As Debbie Millman completed Look Both Ways: Illustrated Essays on the Intersection of Life and Design, she had a breakthrough. The host of the Design Matters podcast noticed that since she began the project, her drawings had sharpened; her essays had grown more poignant. Just like a steadfast weight lifting routine would cause perceptible changes to a physique, Debbie’s consistent work noticeably toned her creative muscles.
Debbie often advises her School of Visual Arts students to stay in “career shape” as they prepare to enter the workforce (she co-founded and currently chairs the New York City institution’s masters of professional studies in branding program). By this, she means regularly practicing the skills they learned in effort to not lose any creative prowess. But the opportunity to look back at her own work and note that she could still progress—even decades into her career—was an affecting experience.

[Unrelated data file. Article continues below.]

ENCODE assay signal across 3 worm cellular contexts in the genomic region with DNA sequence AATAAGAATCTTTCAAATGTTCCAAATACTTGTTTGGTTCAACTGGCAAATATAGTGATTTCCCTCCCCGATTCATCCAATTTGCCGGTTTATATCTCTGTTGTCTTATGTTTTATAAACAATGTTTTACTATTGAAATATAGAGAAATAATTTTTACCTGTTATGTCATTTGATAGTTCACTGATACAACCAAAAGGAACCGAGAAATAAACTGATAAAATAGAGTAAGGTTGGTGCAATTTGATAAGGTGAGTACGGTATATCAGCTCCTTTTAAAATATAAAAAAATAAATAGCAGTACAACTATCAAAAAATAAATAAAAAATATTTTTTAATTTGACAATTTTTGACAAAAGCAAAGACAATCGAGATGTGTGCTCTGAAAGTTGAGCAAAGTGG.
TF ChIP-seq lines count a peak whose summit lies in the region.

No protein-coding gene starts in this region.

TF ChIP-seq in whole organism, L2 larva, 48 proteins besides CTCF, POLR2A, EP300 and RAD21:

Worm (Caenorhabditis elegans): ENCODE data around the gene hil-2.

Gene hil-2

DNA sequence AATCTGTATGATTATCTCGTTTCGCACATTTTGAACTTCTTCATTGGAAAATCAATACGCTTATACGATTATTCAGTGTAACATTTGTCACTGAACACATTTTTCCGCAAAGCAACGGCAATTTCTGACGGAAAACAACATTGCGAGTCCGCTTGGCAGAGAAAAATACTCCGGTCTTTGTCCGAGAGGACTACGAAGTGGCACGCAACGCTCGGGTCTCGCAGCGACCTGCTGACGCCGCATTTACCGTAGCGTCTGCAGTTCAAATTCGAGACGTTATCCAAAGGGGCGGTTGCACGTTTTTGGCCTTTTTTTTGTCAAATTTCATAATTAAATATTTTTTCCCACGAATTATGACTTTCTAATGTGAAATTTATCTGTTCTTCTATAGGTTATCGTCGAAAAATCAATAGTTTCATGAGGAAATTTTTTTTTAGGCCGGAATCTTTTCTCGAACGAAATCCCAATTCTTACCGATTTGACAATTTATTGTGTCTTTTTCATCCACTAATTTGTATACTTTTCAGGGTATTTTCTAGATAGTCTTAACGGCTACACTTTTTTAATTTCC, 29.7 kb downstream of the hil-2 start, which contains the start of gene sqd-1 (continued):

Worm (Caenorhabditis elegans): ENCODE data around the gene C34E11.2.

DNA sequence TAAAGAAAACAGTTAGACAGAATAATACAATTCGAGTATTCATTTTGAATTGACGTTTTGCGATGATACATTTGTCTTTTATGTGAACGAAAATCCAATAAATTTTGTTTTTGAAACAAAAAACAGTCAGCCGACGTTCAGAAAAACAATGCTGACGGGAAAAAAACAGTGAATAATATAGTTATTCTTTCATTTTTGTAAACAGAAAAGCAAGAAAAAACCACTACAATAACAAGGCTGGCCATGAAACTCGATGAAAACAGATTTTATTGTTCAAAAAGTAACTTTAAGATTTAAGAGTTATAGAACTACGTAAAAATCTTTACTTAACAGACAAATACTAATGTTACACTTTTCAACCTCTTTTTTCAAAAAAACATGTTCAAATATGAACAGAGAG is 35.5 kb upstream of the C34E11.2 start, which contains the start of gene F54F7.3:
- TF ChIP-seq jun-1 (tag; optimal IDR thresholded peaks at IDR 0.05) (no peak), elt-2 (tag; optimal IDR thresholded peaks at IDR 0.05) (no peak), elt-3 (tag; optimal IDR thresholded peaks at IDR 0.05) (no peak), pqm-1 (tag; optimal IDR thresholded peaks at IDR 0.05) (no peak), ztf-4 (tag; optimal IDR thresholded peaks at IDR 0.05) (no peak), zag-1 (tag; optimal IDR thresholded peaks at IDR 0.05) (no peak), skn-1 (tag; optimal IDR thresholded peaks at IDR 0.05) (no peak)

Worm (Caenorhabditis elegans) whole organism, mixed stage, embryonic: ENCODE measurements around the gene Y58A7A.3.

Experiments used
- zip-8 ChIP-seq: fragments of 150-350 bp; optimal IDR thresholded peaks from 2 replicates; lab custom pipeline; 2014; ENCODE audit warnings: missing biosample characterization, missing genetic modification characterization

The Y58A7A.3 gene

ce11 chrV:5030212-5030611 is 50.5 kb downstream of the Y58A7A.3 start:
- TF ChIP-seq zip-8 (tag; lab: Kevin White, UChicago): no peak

“I think it’s so important to keep doing the things that you love to do in an effort to get better at them,” said the president emeritus of AIGA, the professional association for design, on The Design Better Podcast.
While it may seem like another espousal of “Practice makes perfect,” Debbie’s interpretation takes on a nuanced view on the adage. The goal shouldn’t be perfection, but faith in the process that small improvements do add up overtime—even when they’re not a conscious aim .
“I don’t know that you necessarily need to be conscious of how much better you’re getting,” Debbie says. “I think that makes it a little bit performative. But if you’re engaged in something, and you’re constantly working at it, I think it’s just inevitable that you’ll become stronger at doing it.”
by Eli Woolery
Eli is the Director of Design Education at InVision. His design career spans both physical and digital products, and he is a lecturer in the Product Design program at Stanford University. You can find Eli on Medium or on Twitter.